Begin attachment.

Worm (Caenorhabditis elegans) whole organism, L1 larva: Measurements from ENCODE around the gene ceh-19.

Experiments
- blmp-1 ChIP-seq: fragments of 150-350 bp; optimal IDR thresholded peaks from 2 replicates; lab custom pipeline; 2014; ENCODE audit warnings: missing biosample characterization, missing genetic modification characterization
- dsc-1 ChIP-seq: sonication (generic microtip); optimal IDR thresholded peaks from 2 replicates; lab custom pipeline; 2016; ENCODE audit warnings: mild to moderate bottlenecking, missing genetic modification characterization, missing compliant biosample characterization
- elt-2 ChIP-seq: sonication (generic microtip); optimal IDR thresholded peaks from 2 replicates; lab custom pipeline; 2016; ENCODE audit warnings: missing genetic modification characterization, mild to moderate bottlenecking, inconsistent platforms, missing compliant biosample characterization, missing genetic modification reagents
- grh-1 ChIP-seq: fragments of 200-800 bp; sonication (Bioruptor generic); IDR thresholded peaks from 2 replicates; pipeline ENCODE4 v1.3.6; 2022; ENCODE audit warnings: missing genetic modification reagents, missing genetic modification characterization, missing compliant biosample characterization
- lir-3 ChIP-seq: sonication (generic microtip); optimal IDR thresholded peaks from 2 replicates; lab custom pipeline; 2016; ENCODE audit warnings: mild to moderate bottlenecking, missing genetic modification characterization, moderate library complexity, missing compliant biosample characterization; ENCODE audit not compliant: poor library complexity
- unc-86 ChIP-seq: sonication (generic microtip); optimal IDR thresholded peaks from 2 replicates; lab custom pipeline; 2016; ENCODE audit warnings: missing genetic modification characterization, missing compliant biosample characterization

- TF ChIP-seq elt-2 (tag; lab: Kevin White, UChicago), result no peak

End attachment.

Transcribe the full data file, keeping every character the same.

Worm (Caenorhabditis elegans) whole organism, L1 larva: Measurements from ENCODE around the gene ceh-19.

Experiments
- blmp-1 ChIP-seq: fragments of 150-350 bp; optimal IDR thresholded peaks from 2 replicates; lab custom pipeline; 2014; ENCODE audit warnings: missing biosample characterization, missing genetic modification characterization
- dsc-1 ChIP-seq: sonication (generic microtip); optimal IDR thresholded peaks from 2 replicates; lab custom pipeline; 2016; ENCODE audit warnings: mild to moderate bottlenecking, missing genetic modification characterization, missing compliant biosample characterization
- elt-2 ChIP-seq: sonication (generic microtip); optimal IDR thresholded peaks from 2 replicates; lab custom pipeline; 2016; ENCODE audit warnings: missing genetic modification characterization, mild to moderate bottlenecking, inconsistent platforms, missing compliant biosample characterization, missing genetic modification reagents
- grh-1 ChIP-seq: fragments of 200-800 bp; sonication (Bioruptor generic); IDR thresholded peaks from 2 replicates; pipeline ENCODE4 v1.3.6; 2022; ENCODE audit warnings: missing genetic modification reagents, missing genetic modification characterization, missing compliant biosample characterization
- lir-3 ChIP-seq: sonication (generic microtip); optimal IDR thresholded peaks from 2 replicates; lab custom pipeline; 2016; ENCODE audit warnings: mild to moderate bottlenecking, missing genetic modification characterization, moderate library complexity, missing compliant biosample characterization; ENCODE audit not compliant: poor library complexity
- unc-86 ChIP-seq: sonication (generic microtip); optimal IDR thresholded peaks from 2 replicates; lab custom pipeline; 2016; ENCODE audit warnings: missing genetic modification characterization, missing compliant biosample characterization

- TF ChIP-seq elt-2 (tag; lab: Kevin White, UChicago), result no peak